The Occupational Safety and Health Administration (OHSA) Whistleblower Protection Program is primarily responsible for the protection of employees, who often fear losing their jobs and other reprisals if they report illegal activity by the companies they work for. Employees who feel that they have suffered such retribution can file a complaint through their local OSHA offices, but such reports must be made within 30 days of the incident in question.

#7. Family Leave

The Family and Medical Leave Act (FMLA) was signed into law by President Bill Clinton in 1993. As a result of the FMLA, eligible workers can take up to 12 weeks of unpaid leave per year if they opt to stay home following the birth or adoption of a child. The FMLA also provides protection and time off for workers who need time off to deal with the serious illness of a family member.

To be eligible for benefits under the FMLA, the worker must have been with the company for a minimum of 12 months, and they must have worked a minimum of 1,250 hours over the past year. The protections of the FMLA apply only to businesses that employ 50 or more workers within a 75-mile radius.

#8. Employment-Based Discrimination

The final law on our list is designed to protect eligible workers against employment-based discrimination, and those protections are very important. These protections are based on the Civil Rights Act of 1964, which represented a major turning point in American history. Under Title VII of the Civil Rights Act, employers may not discriminate based on “race, color, religion, sex or national origin.”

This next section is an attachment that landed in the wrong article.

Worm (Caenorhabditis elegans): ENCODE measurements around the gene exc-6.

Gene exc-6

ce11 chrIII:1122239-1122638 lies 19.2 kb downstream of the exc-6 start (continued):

The Lily Ledbetter Fair Pay Act of 2009 followed some 45 years later, strengthening the original rights of workers and providing additional protections. Specifically, the Lily Ledbetter Act prohibits wage discrimination based on sex and minority status. There are also laws in place to protect against age discrimination and workers with disabilities. The laws that protect those rights are known as the Age Discrimination Act of 1967 and the Americans with Disabilities Act, respectively.

American workers are afforded significant protections against discrimination, unfair pay, recrimination and a host of other issues. Taken together, these eight laws provide an important set of protections, and it is important for all employees to understand these rights.

Need Help With An Employment Law Issue?

The state of Arizona is a great place to live and work, but knowing the employment laws will help you a lot. Whether you are a newcomer to the state or a lifelong resident, understanding your workplace protections is good for your career, and the more you know, the better.

Call our Employment Law team at (480) 464-1111 to discuss your case today.